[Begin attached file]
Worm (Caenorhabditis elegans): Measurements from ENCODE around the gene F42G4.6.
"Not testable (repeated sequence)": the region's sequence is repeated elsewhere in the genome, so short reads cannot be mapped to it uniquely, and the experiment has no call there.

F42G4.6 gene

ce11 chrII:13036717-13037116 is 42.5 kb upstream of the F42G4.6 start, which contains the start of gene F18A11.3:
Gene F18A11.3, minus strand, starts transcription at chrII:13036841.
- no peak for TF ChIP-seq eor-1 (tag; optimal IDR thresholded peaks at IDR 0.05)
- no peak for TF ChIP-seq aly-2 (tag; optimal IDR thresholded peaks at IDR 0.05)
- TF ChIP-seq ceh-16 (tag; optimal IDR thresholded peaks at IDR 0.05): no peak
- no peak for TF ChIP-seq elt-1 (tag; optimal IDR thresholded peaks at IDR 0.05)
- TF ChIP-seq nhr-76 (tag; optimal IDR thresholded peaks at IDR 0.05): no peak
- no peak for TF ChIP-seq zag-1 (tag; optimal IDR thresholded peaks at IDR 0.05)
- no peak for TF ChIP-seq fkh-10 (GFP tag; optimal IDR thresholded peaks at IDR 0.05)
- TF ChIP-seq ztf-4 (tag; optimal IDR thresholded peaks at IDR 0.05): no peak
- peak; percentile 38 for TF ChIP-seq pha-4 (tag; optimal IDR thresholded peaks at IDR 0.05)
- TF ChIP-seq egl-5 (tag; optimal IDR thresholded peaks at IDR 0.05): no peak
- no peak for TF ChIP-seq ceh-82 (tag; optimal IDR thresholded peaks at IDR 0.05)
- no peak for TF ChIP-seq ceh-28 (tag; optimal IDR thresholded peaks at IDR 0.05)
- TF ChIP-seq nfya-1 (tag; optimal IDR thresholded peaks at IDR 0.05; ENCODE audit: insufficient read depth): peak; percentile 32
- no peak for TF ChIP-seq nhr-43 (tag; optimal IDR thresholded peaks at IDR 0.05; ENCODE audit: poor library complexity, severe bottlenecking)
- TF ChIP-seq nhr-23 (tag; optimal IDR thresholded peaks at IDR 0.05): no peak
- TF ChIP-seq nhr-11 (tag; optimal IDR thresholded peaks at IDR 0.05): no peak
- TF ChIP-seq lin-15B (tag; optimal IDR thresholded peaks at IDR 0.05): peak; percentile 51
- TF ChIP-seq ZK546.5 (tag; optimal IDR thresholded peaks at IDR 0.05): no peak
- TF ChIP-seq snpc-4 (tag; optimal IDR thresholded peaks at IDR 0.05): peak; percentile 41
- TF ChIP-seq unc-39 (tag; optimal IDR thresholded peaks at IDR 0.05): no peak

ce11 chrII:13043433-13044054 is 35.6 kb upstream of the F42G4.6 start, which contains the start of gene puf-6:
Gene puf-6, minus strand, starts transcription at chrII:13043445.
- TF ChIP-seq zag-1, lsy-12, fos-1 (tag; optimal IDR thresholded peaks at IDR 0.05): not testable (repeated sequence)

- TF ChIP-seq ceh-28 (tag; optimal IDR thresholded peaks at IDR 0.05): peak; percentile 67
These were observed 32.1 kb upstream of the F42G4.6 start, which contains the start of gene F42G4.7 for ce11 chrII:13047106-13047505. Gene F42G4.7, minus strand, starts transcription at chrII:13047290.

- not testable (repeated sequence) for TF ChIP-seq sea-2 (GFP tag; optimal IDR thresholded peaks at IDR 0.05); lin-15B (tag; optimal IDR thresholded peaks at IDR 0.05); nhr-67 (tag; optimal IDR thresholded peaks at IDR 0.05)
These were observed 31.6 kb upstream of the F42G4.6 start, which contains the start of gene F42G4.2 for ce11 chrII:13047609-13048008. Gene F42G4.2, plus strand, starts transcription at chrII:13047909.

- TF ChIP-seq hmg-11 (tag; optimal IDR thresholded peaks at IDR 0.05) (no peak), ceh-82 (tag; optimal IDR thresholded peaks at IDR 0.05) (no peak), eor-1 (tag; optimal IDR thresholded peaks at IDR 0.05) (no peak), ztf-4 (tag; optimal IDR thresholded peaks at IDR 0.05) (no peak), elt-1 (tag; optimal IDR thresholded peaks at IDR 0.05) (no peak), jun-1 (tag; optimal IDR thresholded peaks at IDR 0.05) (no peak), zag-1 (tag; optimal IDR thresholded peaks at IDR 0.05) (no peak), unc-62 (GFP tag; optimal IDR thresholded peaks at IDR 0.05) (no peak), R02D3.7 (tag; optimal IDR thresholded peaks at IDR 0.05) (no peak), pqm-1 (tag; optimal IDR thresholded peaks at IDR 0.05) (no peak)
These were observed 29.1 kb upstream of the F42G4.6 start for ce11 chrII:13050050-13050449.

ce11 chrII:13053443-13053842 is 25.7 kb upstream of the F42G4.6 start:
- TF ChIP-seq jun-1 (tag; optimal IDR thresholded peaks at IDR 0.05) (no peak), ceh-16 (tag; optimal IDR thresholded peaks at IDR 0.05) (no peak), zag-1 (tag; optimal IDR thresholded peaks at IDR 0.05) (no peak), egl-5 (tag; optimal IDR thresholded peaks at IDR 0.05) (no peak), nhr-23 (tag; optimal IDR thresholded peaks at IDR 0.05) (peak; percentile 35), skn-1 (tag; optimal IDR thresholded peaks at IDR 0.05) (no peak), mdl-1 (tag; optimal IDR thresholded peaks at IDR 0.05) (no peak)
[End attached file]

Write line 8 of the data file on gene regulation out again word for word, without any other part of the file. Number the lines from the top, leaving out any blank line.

- TF ChIP-seq ceh-16 (tag; optimal IDR thresholded peaks at IDR 0.05): no peak